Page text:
“I cannot overstate the potential of this new partnership and the opportunities it can create to develop stronger links between our region’s world-class freight capabilities and national and global supply chains,” Lamie said.

While in St. Louis for the Industry Forum, Trent and representatives from the regional freight industry visited the CSX intermodal yard in East St. Louis, Ill., the Norfolk Southern intermodal yard in St. Louis and other components of the region’s freight network.

Matt Freix, regional vice president for DNJ Intermodal Services, also participated in the special tour on May 22. “Competition for intermodal containerized shipping primarily focuses on three things: low-cost, efficient transportation, freight volumes and shorter transit times,” Freix noted. “The St. Louis region is able to deliver in all of those categories.”

He highlighted the St. Louis region’s ranking as the third-largest rail hub strategically located in the center of the U.S., with four intermodal yards that are in close proximity to all modes of transportation. Those modes include the nation’s third-largest inland port and most efficient inland port system as well as four interstates connected by the Interstate 270 outer-loop.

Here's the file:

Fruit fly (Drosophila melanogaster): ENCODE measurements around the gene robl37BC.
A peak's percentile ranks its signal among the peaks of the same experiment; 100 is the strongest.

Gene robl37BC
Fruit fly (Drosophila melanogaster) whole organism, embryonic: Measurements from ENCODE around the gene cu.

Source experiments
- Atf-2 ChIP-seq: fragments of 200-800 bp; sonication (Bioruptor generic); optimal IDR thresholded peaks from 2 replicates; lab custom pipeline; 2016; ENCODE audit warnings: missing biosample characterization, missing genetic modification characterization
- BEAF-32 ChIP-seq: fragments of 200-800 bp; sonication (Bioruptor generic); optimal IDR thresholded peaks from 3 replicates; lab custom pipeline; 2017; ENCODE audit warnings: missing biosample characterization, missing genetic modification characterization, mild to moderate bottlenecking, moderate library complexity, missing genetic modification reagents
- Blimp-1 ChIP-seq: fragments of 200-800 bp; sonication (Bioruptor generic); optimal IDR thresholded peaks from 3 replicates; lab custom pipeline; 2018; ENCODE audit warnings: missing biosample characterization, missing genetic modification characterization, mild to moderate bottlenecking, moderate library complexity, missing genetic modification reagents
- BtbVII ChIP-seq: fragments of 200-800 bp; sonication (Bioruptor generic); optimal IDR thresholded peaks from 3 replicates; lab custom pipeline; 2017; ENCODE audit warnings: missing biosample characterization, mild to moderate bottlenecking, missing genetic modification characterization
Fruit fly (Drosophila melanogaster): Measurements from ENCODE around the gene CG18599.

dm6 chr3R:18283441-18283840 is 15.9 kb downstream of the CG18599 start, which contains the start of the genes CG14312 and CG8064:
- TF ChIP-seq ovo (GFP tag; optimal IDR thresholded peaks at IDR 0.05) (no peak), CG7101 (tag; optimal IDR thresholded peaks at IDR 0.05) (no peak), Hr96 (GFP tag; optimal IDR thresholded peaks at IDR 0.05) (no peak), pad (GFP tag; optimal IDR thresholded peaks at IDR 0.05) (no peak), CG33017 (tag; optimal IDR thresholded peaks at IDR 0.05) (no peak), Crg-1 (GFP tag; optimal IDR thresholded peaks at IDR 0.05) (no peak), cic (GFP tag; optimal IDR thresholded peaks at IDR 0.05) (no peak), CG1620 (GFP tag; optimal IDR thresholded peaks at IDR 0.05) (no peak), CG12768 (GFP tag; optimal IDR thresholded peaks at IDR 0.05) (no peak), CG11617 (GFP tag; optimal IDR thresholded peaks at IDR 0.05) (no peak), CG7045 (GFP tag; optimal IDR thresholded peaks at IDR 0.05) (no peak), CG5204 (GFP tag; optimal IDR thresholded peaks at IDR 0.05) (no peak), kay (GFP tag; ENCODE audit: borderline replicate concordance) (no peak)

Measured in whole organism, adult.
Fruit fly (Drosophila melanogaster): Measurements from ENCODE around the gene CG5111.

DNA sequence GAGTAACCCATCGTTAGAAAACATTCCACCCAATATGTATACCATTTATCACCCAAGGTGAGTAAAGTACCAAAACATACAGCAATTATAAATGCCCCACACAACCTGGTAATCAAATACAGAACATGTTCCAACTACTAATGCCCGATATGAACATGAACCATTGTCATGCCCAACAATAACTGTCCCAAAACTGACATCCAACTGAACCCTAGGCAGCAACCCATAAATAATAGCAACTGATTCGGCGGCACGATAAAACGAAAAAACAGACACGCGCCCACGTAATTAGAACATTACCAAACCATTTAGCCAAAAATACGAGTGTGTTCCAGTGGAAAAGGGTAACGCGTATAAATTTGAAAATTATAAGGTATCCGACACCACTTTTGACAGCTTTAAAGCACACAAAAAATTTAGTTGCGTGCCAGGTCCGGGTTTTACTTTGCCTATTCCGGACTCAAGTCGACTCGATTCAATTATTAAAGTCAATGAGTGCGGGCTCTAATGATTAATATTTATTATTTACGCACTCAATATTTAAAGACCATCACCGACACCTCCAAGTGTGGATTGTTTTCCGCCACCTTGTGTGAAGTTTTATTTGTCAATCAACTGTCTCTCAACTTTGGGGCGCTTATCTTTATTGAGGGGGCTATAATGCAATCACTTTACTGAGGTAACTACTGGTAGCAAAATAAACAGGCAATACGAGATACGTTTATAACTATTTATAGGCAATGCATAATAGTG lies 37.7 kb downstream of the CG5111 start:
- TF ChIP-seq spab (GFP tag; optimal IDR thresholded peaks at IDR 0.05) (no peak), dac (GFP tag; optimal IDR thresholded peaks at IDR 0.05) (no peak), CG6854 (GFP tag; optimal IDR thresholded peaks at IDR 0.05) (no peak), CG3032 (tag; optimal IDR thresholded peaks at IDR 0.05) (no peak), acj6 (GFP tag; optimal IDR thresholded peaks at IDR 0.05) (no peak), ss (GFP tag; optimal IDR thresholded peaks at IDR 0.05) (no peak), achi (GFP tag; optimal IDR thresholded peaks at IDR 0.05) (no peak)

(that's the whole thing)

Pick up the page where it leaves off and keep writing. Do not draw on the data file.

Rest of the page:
Freix also called attention to proposed improvements and enhancements at the Norfolk Southern yard, which has the available capacity to handle more containers and move them quickly to major markets using the region’s robust interstate system. Across the Mississippi River in Illinois, the CSX yard has direct access to all four interstates as well as Illinois Route 3 and is able to move trucks in and out quickly and efficiently. Both locations present shippers with an opportunity to save time and money when shipping through St. Louis, he noted.

“For DNJ Intermodal Services, our customers are taking advantage of the region’s low rail congestion and quick truck turnaround times,” Freix said. “It’s an incredible alternative to Chicago’s [Ill.] rail congestion and ongoing trucking capacity shortage, and it’s also a great alternative to Memphis [Tenn.], where there are issues with getting enough chassis on the trucking side. When combined with our intermodal connectivity and infrastructure, freight forwarders are rerouting through the St. Louis region to save both time and cost.”

Trent said he was impressed with what he saw of the region’s freight assets and pointed out a further advantage of the St. Louis area: its relative proximity to his port. St. Louis is 350 miles closer to the Port of Savannah than any other major East Coast gateway, another factor making the partnership a good fit.

“From a history standpoint, your Arch is known as the Gateway to the West,” he said of St. Louis. “I look at that really as a gateway to and from the East. We want to be your partner and formalize this and work together as a team to develop this market as a gateway to provide savings for your constituents here.”